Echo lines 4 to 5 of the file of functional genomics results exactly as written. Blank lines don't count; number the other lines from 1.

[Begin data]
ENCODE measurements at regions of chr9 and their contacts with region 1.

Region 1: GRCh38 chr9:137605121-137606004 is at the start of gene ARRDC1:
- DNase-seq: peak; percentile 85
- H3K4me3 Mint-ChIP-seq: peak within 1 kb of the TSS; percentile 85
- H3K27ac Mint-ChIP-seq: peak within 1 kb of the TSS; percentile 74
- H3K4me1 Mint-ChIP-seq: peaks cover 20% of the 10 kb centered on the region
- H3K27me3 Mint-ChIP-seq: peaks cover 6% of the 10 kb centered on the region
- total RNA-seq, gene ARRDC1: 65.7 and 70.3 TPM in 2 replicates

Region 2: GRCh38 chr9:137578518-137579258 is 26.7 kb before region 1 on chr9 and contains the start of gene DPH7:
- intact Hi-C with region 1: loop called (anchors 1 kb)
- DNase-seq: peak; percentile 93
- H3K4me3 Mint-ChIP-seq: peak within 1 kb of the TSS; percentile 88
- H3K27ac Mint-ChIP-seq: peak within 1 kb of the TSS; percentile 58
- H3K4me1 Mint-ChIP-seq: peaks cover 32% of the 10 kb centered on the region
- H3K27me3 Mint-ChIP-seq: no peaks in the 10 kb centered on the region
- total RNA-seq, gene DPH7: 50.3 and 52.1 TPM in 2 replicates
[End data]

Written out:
- H3K4me3 Mint-ChIP-seq: peak within 1 kb of the TSS; percentile 85
- H3K27ac Mint-ChIP-seq: peak within 1 kb of the TSS; percentile 74